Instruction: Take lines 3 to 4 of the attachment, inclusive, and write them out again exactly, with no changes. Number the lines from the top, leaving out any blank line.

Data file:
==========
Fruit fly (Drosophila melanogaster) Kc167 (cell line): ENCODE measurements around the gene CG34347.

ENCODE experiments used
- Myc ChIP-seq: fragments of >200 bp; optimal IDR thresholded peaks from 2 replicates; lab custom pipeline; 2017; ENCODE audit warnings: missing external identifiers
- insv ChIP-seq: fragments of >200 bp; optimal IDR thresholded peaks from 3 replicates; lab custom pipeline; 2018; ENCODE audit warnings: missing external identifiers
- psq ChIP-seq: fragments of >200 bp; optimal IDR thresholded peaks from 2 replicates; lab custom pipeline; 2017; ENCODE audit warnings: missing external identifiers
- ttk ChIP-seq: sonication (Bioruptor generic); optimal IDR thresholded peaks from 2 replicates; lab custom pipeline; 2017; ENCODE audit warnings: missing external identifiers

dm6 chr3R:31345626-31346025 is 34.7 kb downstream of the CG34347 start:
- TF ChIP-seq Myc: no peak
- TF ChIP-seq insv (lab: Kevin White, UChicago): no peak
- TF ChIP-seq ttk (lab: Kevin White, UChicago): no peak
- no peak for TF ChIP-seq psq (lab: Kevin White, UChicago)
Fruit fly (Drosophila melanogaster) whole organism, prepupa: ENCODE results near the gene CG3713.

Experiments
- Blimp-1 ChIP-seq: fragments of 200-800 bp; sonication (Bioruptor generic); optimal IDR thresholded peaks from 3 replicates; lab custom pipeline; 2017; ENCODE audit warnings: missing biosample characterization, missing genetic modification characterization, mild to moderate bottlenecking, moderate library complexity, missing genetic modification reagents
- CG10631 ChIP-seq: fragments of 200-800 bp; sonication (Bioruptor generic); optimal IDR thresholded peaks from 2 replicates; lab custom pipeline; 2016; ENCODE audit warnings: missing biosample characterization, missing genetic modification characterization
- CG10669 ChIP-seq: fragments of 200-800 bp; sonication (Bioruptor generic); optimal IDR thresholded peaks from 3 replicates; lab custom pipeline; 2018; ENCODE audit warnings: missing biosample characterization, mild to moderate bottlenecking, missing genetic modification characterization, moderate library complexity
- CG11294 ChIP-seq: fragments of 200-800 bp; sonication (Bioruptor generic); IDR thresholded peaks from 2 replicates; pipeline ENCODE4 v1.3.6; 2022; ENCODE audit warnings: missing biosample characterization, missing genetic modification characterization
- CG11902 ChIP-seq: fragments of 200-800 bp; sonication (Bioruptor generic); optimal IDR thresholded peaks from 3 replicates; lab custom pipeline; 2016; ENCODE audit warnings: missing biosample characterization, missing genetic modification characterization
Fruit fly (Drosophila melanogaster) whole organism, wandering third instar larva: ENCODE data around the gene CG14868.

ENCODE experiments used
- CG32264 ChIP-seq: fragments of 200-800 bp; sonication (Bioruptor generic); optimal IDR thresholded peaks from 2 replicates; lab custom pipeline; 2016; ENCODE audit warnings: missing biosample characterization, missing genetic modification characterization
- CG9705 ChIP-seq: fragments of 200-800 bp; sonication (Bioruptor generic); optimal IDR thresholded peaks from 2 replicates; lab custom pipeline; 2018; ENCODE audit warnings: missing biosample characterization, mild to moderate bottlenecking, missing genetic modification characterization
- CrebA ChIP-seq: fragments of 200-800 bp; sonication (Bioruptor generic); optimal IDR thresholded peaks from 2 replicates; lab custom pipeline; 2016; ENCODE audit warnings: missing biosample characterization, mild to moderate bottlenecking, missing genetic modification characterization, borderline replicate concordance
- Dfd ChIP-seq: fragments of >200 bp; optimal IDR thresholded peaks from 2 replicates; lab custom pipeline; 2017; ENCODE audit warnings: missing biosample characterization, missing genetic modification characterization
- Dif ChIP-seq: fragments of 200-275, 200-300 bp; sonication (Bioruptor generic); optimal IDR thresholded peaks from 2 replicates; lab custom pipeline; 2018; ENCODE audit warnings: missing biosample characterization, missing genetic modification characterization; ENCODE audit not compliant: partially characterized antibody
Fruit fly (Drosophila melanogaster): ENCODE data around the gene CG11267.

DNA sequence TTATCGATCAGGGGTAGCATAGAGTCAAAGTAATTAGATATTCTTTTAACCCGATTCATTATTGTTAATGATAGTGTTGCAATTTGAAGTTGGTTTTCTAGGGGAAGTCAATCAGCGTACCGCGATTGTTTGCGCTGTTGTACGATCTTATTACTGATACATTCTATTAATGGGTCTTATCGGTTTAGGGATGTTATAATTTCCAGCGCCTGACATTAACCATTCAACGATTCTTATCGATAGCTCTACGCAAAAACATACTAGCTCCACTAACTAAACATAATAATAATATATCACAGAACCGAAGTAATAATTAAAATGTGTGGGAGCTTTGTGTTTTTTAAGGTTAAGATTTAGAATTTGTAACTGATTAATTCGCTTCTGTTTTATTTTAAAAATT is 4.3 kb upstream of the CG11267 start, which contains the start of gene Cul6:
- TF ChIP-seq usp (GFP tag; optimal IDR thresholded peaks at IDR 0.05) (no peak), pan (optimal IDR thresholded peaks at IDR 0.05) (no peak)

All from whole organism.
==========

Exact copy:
- Myc ChIP-seq: fragments of >200 bp; optimal IDR thresholded peaks from 2 replicates; lab custom pipeline; 2017; ENCODE audit warnings: missing external identifiers
- insv ChIP-seq: fragments of >200 bp; optimal IDR thresholded peaks from 3 replicates; lab custom pipeline; 2018; ENCODE audit warnings: missing external identifiers